“Some clients can create challenges, so we do a lot of boundary setting. We just introduced a client behaviour policy. We don’t like to do it because we know for many people, we are the last stop. It is progressive policy, one day, one week, a month, 3 months. There is always a restitution and expectation meeting after. We want to keep people engaged with us.
“We are probably the riskiest of all of DC’s programs. But my staff know where they work and whom they are working with, so while there is a recognition of the safety concerns, they are really passionate about the work. Our first interactions are behind a counter that has glass.
[edgtf_blockquote text=””We are probably the riskiest of all of DC’s programs. But my staff know where they work and whom they are working with, so while there is a recognition of the safety concerns, they are really passionate about the work.” – Duane Gillissie” title_tag=”h2″ width=””]
“Clients know a police officer is on site and they know we are in a building that has a jail in it, but that does not seem to stop them from coming.
“We do not use volunteers for liability reasons. We bring in practicum students as part of the housing or client engagement team. We have a really good relationship with the criminal justice program.”
With COVID, SORCe had to very quickly adapt to not seeing clients in-person and instead working remotely. Closing the doors on March 16 had a significant impact on the ability to provide service. Duane explains:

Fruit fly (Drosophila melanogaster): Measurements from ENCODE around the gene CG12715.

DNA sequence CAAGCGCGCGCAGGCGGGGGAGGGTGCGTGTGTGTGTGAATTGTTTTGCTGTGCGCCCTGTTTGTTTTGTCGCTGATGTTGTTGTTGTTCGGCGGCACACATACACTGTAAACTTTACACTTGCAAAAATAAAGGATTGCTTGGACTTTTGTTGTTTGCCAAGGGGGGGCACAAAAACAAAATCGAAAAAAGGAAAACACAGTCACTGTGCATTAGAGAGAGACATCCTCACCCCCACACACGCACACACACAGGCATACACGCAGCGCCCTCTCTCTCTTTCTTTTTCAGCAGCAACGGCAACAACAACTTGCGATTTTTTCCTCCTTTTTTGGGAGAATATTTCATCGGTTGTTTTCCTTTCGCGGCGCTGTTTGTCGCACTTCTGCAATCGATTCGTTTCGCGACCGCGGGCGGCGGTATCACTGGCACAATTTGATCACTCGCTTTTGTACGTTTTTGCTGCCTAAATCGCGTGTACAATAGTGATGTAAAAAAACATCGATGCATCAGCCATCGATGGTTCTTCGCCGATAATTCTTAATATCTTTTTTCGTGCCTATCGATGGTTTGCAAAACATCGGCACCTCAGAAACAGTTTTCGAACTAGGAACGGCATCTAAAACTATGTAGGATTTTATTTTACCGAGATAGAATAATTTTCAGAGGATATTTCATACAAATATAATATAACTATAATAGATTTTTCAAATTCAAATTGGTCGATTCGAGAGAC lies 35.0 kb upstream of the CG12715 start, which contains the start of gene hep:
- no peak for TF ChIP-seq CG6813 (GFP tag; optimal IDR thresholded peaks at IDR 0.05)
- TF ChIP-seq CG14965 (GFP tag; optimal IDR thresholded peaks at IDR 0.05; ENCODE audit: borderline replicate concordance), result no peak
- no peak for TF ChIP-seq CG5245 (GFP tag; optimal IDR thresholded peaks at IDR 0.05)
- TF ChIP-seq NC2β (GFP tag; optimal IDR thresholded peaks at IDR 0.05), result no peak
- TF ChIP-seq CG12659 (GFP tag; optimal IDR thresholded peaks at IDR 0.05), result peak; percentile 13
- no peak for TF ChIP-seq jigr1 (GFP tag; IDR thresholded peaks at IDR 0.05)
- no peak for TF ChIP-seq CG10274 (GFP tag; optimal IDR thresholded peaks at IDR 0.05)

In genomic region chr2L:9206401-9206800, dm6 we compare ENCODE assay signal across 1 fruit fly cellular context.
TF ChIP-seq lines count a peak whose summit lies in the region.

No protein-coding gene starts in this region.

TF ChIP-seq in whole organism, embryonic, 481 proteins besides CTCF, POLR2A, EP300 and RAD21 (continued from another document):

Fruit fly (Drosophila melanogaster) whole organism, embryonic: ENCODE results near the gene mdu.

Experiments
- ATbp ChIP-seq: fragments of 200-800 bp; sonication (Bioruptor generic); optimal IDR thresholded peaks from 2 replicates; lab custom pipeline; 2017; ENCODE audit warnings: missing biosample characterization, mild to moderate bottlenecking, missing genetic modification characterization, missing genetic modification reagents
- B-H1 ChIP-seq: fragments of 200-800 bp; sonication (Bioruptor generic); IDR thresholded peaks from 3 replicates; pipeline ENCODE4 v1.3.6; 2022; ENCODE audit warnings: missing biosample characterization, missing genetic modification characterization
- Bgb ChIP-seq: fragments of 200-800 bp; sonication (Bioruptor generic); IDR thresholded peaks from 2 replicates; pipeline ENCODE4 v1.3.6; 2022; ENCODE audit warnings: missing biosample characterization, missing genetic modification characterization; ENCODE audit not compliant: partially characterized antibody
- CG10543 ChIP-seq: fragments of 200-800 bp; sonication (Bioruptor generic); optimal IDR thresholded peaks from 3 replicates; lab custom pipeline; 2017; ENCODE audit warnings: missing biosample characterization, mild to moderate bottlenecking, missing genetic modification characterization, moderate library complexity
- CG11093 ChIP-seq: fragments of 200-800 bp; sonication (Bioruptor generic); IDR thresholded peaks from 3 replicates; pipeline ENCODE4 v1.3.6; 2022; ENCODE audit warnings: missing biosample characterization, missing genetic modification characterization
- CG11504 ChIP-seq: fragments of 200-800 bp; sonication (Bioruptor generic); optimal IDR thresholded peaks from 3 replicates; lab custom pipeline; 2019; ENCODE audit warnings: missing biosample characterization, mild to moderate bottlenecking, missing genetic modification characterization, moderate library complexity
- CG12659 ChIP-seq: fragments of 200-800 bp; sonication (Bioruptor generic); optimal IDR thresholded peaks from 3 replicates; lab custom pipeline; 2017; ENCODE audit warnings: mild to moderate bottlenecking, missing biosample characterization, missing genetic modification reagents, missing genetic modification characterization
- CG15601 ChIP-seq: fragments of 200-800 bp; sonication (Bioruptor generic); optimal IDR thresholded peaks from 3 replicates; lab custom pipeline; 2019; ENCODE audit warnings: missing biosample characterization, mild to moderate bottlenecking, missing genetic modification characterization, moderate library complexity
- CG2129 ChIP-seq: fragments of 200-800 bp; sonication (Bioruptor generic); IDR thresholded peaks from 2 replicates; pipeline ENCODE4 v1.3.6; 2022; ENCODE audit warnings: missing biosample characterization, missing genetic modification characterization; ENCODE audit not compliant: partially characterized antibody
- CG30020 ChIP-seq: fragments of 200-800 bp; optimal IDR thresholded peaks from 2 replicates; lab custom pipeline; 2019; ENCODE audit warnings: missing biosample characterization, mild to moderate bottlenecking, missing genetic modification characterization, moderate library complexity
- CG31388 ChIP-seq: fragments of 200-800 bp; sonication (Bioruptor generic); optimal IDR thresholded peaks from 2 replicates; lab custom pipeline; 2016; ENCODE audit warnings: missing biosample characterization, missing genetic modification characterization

The SORCe logo.
“We switched to a phone-based service but for our clients that is not very useful. The people that are actively homeless were not reaching out so at the end of June, we kicked off an outreach program for our shelter workers so they can go out into the community, mostly downtown, and pick a few prime spots where clients would usually be. We hang out about 3 times a week and we set up a place outdoors and check on how they are doing and what they might need from us. They may need their assessment updated because their circumstances have changed during COVID. For example, we needed to place some people into a hotel until something more permanent could be found.
“Our team is also responsible for training other people and agencies that do housing work, and we set that up virtually. While our financial empowerment program has been suspended until we can see people in person, our staff is now working with the Basic Needs Fund program at Distress Centre.
[edgtf_blockquote text=””Our team is also responsible for training other people and agencies that do housing work, and we set that up virtually. While our financial empowerment program has been suspended until we can see people in person, our staff is now working with the Basic Needs Fund program at Distress Centre.” – Duane Gillissie” title_tag=”h2″ width=””]
“Our space has become quite unsafe for staff and clients so in May we formed a cross-agency committee to address these concerns. We approached EllisDon who are long time DC supporters, and they connected us to Frank Architecture who have drawn up plans that address our future needs.
“When we closed our doors in March, people started to congregate in the Plus 15 and bus shelters or CTrain stations. They had to close down Victoria Park and Erlton Stations, because our clients were causing trouble. There is always a bigger impact to removing services for vulnerable people.
“We are excited to get back into a new space in November as staff are worried about clients who have lost a lifeline that has existed for the last six years.”